“Since Mirai was made public its derivatives have updated and improved upon the original system to include more effective ways of compromising a broader and more diverse range of IoT devices, as well as improving the attack capabilities it had to offer,” says Sean Newman, Director Product Management at Corero Networks.

Of course, Mirai is just the most well-known of the IoT-botnet malware strains, but there are many more out there. Fortinet’s Threat Report for Q1 2018 warned that attackers are continually probing “far and wide” for IoT vulnerabilities and the company is seeing many exploits appearing in this area.

Arbor’s Morales warns that even without any significant new advances in offensive capabilities, attackers have the capability to reach multi-terabit level attacks and surpass the 1.7TPS we saw launched against GitHub if they can infect enough devices. 

“They could even go to 3TPS with current devices; it would just put a significant strain on the botnet and on the coders who code it, it’s really just whether they can do so economically.”

Given the danger, there are doubts whether companies are ready for the ’next Mirai’. A recent study by the Harvard Business School warned of a “lack of redundancy in DNS resolution” by major websites and services, suggesting another such attack could be successful. Trend Micro’s Mistry suggests it was only the service providers and telcos that really took notice in the wake of the Dyn takedown, and most organizations haven’t learned their lessons.

“Enterprises think they can just leverage a service and mitigate the attack and call upon it as and when required, and there’s also the perception that if companies go out to the cloud then it’s not their problem anymore. I think it will take another couple of big ones before other enterprises start waking up to it.”


Greater complexity and mobile device botnets are the future of DDoS

While cybercriminals wait for the next technology advantage that might allow them to significantly increase the size of DDoS attacks, they are in the meantime being smarter in how they operate in a number of different ways.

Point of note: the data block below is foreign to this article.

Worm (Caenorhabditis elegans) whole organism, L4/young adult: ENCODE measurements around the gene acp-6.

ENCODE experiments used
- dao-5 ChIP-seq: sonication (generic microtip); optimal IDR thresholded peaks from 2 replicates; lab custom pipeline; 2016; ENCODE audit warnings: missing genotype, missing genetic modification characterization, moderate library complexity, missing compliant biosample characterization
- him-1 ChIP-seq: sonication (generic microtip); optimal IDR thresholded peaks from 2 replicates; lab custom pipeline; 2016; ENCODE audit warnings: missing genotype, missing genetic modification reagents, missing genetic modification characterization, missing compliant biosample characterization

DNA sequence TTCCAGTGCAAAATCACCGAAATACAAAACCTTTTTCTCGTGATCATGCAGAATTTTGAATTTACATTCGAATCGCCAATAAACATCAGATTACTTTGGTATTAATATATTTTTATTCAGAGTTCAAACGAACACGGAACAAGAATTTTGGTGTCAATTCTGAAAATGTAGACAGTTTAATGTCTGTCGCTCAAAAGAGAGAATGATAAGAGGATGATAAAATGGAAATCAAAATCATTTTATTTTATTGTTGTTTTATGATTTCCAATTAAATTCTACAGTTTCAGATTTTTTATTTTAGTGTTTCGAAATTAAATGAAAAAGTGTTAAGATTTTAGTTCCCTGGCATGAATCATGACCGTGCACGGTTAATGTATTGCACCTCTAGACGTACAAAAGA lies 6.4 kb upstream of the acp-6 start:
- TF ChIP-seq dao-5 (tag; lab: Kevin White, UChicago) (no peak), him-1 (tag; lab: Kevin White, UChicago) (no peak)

Arbor’s Morales says attackers are doing far more reconnaissance and using the resulting intel to craft more specific attacks. The result is attacks which specifically target whatever action –  downloading videos, loading large images or documents etc. – creates the biggest burden on the site. These highly targeted attacks are difficult to spot or mitigate as the traffic and the actions they’re taking may seem relatively normal, but the results weigh heavily on resources. 

Corero Networks’ Newman says his company is seeing a notable increase in the number of much smaller attacks; over 70% of attacks observed by the company are below 1Gbps in size and last for less than 10 minutes. 

“These attacks are much more surgical in their nature but, are typically no less effective in the outcomes they create. Plus, their size gives them the added benefit of blending in more with legitimate traffic volumes and flying under the radar of legacy DDoS protection systems.”

In the future, Trend Micro’s Mistry expects to see more application-based DDoS attacks, and more attacks similar to Slowloris malware, which draws out initial connections for as long as possible in order to slow networks using legitimate requests.

Beyond IoT botnets, smartphones may well be the next target for recruitment for cybercriminals. There haven’t been any smartphone-based botnets of any notable size being used in DDoS attacks yet, but the potential is there: a report from Distil Networks suggests nearly 6% of all mobile devices could be a part of botnets.

“As the compute that we carry around in our pockets becomes more powerful and as 5G come to the fore, it certainly opens up that avenue of high-bandwidth attacks,” says Mistry.


Also read:

Mirai is the hydra of IoT security: too many heads to cut off

IoT industry is in “for a big wakeup call” if security isn’t addressed

The IoT “time bomb” report: 49 security experts share their views

How IoT companies can learn from the Mirai malware exploitation

DDoS-based ransom tipped to be future of cybercrime